Daily Kos
Political analysis and other daily rants on the state of the nation

Wednesday | June 25, 2003

Empire for Slackers

While America fantasizes Empire, veteran international correspondent/columnist Georgie Anne Geyer (who usually runs with interventionists of the Right) muses:

... as Afghanistan dissolves before Washington's oddly unseeing eyes and Iraq stubbornly refuses to behave as it never has in its entire bloody history, the questioners are coming out of the woodwork ...

All this empire stuff on the part of the illuminati of this administration is serious in getting people killed, but barely serious in any planning for the long run. It is heedless, random expansionism without any base. Is this what Americans really want?

At the Nation [thx, theologicus] Anatol Lievent observes:

Bush is driving toward empire, but the domestic political fuel being fed into the engine is that of a wounded and vengeful nationalism ... a sense of righteous victimhood.

Atlanta Journal-Constitution's Jay Bookman [thx, MaxSpeak] says Let's just say it's not an empire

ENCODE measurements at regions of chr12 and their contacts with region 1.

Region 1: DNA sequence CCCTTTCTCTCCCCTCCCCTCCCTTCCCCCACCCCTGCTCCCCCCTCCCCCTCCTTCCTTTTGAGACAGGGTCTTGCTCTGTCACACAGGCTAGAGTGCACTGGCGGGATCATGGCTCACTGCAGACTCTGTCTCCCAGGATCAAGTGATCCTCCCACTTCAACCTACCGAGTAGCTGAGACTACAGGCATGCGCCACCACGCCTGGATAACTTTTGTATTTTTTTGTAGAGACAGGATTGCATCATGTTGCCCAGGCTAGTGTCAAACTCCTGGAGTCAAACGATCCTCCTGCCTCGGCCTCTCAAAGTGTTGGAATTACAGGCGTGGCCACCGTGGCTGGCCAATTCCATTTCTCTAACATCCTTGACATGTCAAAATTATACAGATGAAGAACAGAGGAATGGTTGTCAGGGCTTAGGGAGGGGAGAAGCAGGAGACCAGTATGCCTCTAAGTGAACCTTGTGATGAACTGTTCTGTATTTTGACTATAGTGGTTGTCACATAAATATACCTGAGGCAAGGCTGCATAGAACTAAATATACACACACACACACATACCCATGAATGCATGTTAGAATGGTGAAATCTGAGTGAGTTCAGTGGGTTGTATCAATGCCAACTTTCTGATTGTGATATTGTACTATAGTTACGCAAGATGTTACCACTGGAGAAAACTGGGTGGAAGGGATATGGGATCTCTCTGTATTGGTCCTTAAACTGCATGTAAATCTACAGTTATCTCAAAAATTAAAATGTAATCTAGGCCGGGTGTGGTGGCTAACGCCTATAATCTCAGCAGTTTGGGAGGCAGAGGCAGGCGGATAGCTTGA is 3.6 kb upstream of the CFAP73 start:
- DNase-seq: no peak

... Rumsfeld, asked back in April whether the United States was building a global empire, responded in typical Rumsfeld fashion:"We don't seek empires. We're not imperialistic. We never have been. I can't imagine why you'd even ask the question." ...

[but] "The presence of American forces in critical regions around the world is the visible expression of the extent of America's status as a superpower and as the guarantor of liberty, peace and stability," said the PNAC report.

... We are, in other words, implementing a global policy of military expansion, and we are doing so without truly acknowledging what it means ... This is a commitment that will define this nation's future, and yet we as a people refuse to even contemplate it. ...

"The United States is the empire that dares not speak its name," says Niall Ferguson, the British author of "Empire" and an advocate of U.S. imperialism."It is an empire in denial ... An empire that doesn't recognize its own power is a dangerous one."

Ferguson emphasizes that if you want to "do" empire, a lot of your citizens have to spend whole lives "out there" ... places that are not as comfy as home.

We think we want Empire, but we don't want to think about what it takes.

We subscribe to nothing. We have no attention span, no sense of history, no sense of posterity.

Arrogant, indifferent, disconnected, aimless, self-absorbed, our lives are arranged around familiar pastimes ... and the occasional search for new pastimes.

When the going gets tough, we wait ... hoping the going will just go away. If it doesn't, we eventually reach for the remote.

RonK, Seattle

Posted June 25, 2003 08:30 AM | Comments (53)


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